By James B. Arndorfer
When a new management team took control of McDonald’s Corp. in January 2003, it inherited a marketing model as messy as a table at the end of a Happy Meals party.
The fast-food giant had become notorious for lacking focus, being out of touch with the culture, stifling ideas in bureaucracy and producing subpar work. The solution: instill the youthful “I’m lovin’ it” message-which covers everything from advertising to new products to packaging-across all channels globally. Then pit agencies against each other in jump-balls for new campaigns.
Agencies are used to hearing marketers make bold pronouncements about pursuing new directions, only to see inertia prevail. But the McDonald’s team early on left no doubt it was serious.
“I remember the day we sat in a meeting and [then-McDonald President and Chief Operating Officer Charlie Bell] said, ‘Hey, whoever doesn’t want to do this and whoever doesn’t believe in this and whoever doesn’t want to come back and show us you’ve embraced it, there’s the door,'” said Leo Burnett USA Chairman and Chief Creative Officer Cheryl Berman, who’s worked on McDonald’s for 23 years. “In the past maybe you have these meetings and you want to placate every person there and let them have their point of view and [have] advertising different in different locations.”
The plan drew skepticism. But by the most telling measurement there is-sales-the campaign (helped by operational improvements and new products) is working.
“Give McDonald’s credit,” said Bob Scarpelli, worldwide CCO at DDB Worldwide, “for having the conviction … to stick with it and say this is going to work.”
The “I’m lovin’ it” message that debuted in 2003-coined by Unterhaching, Germany-based Heye & Partner-expresses the chain’s so-called “Forever Young” positioning. Created by McDonald Executive VP and Chief Global Marketing Officer Larry Light, “Forever Young” contemporizes the fast-feeder by linking the marketer to elements of the culture such as music and sports.
The ad campaign, aimed primarily at young adults and moms, brings this concept to life through the “brand journalism” approach, in which ads tell stories about what customers love and how McDonald’s fits into their lives.
DDB’s french fries advertising, for example, shows two Chinese sisters who share everything as they grow up-until they eat the golden fries.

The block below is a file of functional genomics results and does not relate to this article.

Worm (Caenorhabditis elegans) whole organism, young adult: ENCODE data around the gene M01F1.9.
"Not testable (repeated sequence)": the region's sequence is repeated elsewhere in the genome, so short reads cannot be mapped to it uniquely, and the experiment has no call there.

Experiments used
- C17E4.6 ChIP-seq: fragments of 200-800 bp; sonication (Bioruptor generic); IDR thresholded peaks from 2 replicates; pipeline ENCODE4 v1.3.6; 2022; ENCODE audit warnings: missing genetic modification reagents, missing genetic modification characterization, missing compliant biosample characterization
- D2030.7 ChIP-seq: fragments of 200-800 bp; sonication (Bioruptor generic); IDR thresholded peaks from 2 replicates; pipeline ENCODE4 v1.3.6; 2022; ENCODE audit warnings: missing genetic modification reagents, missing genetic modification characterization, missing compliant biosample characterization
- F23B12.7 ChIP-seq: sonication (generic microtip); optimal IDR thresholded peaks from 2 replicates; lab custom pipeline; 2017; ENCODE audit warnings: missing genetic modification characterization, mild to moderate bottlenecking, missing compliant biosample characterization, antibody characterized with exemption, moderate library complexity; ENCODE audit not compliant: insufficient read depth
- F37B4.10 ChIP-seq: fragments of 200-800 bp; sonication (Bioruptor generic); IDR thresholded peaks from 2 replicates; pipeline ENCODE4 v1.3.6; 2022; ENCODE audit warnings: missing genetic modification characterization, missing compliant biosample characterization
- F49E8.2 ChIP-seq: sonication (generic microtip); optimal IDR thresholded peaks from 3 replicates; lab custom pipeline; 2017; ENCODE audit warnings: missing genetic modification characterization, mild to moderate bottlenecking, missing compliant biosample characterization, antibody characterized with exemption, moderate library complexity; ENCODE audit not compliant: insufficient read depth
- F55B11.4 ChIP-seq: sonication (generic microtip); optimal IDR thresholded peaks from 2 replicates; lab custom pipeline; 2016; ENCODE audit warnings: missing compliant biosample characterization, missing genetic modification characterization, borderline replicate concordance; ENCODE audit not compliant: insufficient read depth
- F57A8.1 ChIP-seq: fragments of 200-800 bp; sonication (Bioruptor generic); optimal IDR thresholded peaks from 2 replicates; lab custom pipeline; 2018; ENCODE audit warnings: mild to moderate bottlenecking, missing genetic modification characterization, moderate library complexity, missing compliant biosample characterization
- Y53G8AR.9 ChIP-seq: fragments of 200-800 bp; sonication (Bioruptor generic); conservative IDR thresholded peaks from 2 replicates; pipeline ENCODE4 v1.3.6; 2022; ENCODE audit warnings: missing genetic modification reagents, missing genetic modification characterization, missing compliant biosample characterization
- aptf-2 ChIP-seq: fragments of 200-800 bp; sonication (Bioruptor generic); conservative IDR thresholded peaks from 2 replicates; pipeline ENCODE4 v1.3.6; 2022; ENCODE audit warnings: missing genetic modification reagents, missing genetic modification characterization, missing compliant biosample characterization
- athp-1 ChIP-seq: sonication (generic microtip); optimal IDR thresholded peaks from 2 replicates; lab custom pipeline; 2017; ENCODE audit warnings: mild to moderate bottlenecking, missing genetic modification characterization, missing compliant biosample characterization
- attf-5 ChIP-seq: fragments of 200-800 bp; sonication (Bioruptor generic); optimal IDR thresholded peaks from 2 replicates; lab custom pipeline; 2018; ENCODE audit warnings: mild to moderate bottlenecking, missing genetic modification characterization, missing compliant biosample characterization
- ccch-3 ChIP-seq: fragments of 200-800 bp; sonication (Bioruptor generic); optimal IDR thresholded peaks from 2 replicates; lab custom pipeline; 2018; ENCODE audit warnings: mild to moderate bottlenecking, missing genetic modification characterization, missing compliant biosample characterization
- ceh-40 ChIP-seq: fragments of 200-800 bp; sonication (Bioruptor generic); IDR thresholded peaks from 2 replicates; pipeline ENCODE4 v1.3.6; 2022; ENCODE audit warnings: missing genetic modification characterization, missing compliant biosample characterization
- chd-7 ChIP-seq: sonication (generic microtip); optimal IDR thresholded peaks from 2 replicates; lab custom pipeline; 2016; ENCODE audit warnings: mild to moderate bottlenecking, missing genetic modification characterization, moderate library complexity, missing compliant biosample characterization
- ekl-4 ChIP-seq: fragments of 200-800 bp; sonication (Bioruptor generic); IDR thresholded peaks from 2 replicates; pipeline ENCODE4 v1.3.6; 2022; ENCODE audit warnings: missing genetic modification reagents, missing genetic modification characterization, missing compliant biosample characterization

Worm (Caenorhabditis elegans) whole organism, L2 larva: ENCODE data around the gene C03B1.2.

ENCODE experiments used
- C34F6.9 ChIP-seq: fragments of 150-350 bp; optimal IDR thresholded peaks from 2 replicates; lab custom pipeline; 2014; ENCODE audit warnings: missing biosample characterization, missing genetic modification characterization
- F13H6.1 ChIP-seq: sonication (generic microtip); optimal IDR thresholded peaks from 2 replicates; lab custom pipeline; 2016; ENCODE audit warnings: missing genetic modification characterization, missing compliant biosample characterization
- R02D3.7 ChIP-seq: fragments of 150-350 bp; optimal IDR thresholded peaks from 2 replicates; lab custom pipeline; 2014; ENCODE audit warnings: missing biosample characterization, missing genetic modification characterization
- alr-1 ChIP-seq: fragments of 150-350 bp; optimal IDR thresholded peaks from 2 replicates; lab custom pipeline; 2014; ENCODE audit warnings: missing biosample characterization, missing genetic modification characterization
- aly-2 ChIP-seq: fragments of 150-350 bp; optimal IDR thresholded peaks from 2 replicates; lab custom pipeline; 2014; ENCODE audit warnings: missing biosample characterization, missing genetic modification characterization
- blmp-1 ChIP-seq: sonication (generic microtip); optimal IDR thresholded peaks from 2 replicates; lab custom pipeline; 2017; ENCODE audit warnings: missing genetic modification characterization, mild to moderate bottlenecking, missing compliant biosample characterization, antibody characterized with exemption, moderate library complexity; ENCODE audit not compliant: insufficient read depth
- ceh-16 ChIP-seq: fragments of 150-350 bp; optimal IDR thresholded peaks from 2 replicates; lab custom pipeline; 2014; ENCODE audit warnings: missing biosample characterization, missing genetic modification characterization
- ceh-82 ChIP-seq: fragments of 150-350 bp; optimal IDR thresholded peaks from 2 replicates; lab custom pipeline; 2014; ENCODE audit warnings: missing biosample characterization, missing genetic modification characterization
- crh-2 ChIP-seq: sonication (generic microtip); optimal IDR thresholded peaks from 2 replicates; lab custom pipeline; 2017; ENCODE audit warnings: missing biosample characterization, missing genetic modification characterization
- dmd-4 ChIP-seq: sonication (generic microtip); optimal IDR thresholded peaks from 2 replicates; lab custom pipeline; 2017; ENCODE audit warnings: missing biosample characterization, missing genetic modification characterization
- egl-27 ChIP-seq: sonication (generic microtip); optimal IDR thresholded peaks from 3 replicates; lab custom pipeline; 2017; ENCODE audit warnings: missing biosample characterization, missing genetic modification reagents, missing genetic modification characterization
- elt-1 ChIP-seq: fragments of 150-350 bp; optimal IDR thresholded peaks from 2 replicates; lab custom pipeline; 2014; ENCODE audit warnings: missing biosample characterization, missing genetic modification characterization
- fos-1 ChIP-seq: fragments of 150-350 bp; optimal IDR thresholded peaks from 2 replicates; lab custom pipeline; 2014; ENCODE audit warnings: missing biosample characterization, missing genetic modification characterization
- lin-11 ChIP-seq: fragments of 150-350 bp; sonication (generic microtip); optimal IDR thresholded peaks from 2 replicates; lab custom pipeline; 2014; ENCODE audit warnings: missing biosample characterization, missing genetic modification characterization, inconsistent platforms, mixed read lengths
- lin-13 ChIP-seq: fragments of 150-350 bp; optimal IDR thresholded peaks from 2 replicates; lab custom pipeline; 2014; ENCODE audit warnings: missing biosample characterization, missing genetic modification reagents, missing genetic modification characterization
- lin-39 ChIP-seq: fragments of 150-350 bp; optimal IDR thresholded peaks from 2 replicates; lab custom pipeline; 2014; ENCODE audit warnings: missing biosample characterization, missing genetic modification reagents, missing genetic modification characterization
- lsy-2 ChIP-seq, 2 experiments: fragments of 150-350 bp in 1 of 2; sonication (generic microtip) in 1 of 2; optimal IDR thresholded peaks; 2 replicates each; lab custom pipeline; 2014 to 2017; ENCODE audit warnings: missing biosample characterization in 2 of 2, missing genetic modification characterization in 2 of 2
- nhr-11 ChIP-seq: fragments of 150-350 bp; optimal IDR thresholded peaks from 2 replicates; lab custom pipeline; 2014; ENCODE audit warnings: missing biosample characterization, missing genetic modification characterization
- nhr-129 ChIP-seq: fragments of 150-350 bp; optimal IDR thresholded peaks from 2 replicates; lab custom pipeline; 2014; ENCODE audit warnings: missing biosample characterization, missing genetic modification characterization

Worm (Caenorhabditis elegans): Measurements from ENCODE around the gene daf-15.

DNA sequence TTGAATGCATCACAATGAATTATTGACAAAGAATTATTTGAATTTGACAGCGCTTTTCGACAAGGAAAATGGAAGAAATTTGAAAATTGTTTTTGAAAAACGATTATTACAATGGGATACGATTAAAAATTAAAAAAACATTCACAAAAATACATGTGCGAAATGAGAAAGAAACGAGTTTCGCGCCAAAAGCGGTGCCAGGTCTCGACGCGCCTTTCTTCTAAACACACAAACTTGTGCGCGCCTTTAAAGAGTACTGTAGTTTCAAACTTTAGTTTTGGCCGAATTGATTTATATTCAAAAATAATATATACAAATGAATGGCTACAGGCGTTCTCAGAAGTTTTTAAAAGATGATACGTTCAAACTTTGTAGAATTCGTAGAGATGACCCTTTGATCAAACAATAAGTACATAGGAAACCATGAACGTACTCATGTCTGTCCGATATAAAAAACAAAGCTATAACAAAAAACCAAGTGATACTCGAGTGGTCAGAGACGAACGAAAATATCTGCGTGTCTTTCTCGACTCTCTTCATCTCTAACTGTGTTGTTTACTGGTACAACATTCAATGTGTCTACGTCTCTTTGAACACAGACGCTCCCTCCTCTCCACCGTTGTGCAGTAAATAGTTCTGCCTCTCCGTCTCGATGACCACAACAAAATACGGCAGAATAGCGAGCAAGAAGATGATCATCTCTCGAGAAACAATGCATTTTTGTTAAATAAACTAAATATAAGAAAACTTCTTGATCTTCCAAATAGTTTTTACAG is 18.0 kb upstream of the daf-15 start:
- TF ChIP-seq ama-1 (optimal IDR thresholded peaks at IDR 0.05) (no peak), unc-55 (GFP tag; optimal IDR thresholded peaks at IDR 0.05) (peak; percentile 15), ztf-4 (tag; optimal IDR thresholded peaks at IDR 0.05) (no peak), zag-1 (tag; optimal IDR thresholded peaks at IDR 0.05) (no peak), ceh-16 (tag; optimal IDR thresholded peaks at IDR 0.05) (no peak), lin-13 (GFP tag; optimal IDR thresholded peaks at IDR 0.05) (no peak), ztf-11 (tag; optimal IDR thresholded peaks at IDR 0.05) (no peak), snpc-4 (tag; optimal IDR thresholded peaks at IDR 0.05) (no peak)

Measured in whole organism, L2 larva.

“Brand journalism has been about having the customer tell the story about what they like about life,” said Dean Barrett, senior VP and global marketing at McDonald’s. “The next generation of ‘I’m lovin’ it’ is to continue to lead and innovate” in touching consumers’ “passion points.”
“I’m lovin’ it” has proved elastic enough to link McDonald’s to everything from soccer to healthy lifestyles and exercise, themes that help the company respond to the anti-obesity forces that criticize its menu.
Mr. Light thinks “I’m lovin’ it” is far more than an ad campaign, however, because it covers all forms of marketing, including packaging and in-store displays, and even employee communications.
Since the program’s launch, McDonald’s’ annual employee turnover rate in the United States is down to 130 percent from 135 percent, while the industry average is 140 percent. “It’s a significant improvement and … if we get to 75 percent, we’ll be pretty happy,” Mr. Light said.
Next year McDonald’s plans to run advertising specifically directed at employee pride and employee programs. “When companies are cutting back employee benefits, we’ve increased ours,” Mr. Light said. “We need to figure out how to make ‘McJob’ a badge of pride again.”
The new marketing approach puts a premium on agencies digging up actionable consumer insights. McDonald’s spends “more time with our agencies looking for customer insights, what do they enjoy in life and how does McDonald’s fit in as part of that,” Mr. Barrett said.
But the strategy comes with its own challenges. While same-store sales are growing, McDonald’s has set aggressive future targets. That means it must keep finding ways to move the idea forward.
“The innovation of the campaign is to consistently and constantly look for those new things, those new opportunities and ways to connect to the customers through what they’re thinking and where they’re going in life and how we remain relevant to them from a cultural standpoint,” Mr. Barrett said. “That’s a constant challenge.”
Agency resources are also being challenged. McDonald’s allots work to its lead agency, DDB Chicago, and Burnett.
But in some cases it holds jump-balls, which can be draining and distract from work an agency already is doing for McDonald’s. In addition, Mr. Light has said he plans to encourage agencies to share ideas in progress with other shops, which could create friction among agencies.
“Every agency has a certain sense of competitiveness and a certain sense of we can do this better than anyone else can do it,” said Burnett’s Ms. Berman. “The jump-balls keep you on your toes. I don’t think you can have so many of them that everything’s up for grabs, but they keep you from becoming complacent.”
Previously, McDonald’s marketing efforts were undermined by different regions running ads with different looks. “I’m lovin’ it” imposes constraints so the company’s message remains consistent. For instance, the line “I’m lovin’ it” has to be used.
But McDonald’s allows agencies flexibility in expressing ideas, the so-called “Freedom Within a Framework.”
A standout example was DDB’s “Lincoln fry” effort. Assigned to create a Super Bowl spot, DDB went further and created blogs touting the fictitious fry and auctioned it off, giving the effort a life well beyond the sports event.
And as McDonald’s seeks to contemporize itself, it’s more open to these sorts of ideas than in the past.
As DDB Senior VP Paul Tilley, the agency’s top creative on McDonald’s, said in a recent speech: “McDonald’s consciously is trying to do things that are unexpected.”
Kate MacArthur contributed to this report.